Spending too much time thinking about the shoes I'm going to march in is probably one of the many reasons why I don't organize marches.

I support all the reasons people were marching, and I support all the people marching. I am horrified that our country elected a self-admitted sexual assaulter, liar, racist, and Islamophobe under the most openly homophobic party platform in US history, but it never occurred to me that I should go to a march on Saturday. I knew they were happening, knew we had one locally, and knew people who were going, but it just never occurred to me that I should go, too, until a funny thing happened: I spent an hour looking at Twitter and Facebook while procrastinating going for a walk. I saw people holding hands, people linking arms, people raising their voices, and people refusing to quietly let this blanket of ideological darkness and barely disguised fascism roll over us, and I thought, "That's where I should be. With those people."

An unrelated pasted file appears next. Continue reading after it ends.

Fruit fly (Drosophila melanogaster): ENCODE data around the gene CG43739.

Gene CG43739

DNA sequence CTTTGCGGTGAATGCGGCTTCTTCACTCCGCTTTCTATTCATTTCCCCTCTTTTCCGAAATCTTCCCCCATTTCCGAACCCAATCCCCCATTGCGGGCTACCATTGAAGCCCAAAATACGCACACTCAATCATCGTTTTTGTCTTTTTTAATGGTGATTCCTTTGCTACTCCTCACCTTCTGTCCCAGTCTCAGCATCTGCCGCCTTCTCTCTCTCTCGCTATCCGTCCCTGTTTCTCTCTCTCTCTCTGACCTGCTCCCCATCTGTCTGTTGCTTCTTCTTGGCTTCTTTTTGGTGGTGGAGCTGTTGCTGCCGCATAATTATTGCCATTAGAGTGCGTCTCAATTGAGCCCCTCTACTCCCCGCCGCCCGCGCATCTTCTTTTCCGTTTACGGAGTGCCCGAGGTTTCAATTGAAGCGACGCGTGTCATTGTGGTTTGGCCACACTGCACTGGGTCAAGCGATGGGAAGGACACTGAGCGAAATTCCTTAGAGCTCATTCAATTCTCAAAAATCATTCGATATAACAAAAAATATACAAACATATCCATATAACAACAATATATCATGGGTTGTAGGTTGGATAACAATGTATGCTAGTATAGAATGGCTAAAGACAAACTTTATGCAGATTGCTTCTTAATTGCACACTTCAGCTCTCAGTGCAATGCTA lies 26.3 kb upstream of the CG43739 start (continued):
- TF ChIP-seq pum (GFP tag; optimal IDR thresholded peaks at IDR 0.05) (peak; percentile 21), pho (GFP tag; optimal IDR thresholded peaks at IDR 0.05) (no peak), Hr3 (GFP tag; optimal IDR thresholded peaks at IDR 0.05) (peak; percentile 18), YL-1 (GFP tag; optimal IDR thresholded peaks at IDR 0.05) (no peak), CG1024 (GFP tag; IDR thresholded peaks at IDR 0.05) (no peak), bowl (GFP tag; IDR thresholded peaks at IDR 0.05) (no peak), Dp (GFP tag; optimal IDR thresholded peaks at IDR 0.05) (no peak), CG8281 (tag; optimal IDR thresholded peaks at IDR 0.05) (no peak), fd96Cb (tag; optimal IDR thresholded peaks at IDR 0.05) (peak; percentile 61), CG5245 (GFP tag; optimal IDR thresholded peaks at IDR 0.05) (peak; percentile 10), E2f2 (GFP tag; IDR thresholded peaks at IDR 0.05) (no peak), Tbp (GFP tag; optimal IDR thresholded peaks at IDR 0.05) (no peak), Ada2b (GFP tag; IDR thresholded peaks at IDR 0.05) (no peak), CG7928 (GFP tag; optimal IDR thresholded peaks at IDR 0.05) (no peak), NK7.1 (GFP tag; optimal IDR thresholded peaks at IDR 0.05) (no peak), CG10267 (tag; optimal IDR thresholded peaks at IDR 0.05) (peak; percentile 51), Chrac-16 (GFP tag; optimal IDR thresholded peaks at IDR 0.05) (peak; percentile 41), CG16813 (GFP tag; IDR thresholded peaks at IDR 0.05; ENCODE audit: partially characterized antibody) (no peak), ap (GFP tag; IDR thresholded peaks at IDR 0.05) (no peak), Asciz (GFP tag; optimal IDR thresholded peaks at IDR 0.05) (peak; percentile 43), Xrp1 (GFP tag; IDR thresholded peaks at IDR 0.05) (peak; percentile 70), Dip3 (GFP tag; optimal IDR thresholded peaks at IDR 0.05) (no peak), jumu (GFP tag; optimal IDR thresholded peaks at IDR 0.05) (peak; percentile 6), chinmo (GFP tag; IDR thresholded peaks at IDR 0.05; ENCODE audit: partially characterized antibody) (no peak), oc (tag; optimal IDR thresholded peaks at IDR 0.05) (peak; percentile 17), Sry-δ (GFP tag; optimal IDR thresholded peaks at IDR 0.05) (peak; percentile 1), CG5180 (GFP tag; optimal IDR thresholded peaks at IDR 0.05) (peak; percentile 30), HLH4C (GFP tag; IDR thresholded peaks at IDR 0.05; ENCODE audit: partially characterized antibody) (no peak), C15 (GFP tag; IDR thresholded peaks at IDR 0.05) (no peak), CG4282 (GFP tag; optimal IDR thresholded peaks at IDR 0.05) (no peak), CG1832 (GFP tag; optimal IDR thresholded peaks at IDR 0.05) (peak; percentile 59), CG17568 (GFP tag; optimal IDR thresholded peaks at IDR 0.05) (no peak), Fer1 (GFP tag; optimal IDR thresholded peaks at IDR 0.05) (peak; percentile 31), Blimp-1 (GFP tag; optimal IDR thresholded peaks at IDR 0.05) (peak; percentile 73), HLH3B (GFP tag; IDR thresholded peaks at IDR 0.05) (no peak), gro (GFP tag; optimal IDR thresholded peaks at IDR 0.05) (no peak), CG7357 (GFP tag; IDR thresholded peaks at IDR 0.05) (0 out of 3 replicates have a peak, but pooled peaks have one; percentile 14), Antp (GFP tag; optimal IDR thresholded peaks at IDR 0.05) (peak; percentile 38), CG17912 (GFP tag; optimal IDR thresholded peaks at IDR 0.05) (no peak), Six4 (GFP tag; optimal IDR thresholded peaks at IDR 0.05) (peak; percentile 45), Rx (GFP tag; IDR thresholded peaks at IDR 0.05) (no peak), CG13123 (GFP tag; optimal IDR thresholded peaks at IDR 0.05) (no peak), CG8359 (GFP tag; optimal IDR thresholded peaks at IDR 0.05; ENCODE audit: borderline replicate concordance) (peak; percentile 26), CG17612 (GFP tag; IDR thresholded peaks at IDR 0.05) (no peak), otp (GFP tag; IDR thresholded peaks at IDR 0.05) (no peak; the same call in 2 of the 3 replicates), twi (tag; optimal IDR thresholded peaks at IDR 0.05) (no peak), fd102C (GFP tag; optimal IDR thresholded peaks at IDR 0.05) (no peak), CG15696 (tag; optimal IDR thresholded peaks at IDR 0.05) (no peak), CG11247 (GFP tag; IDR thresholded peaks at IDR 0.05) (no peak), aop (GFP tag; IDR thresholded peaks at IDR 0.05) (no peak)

So I went.

It rained most of the time, and it was crowded, but an odd thing happened: no one bumped me. No one shoved. None of the things that I hate about crowds made me feel like I was overwhelmed by a crowd of 2500+ people in a tiny area of downtown Knoxville. Everyone was excited, and yet also somehow very Southern: people were polite, the march waited at corners for crosswalk signals to change, we thanked the police as we passed them, and people picked up after themselves.

Knoxville Women's March

Knoxville Women's March

Knoxville Women's March

Knoxville Women's March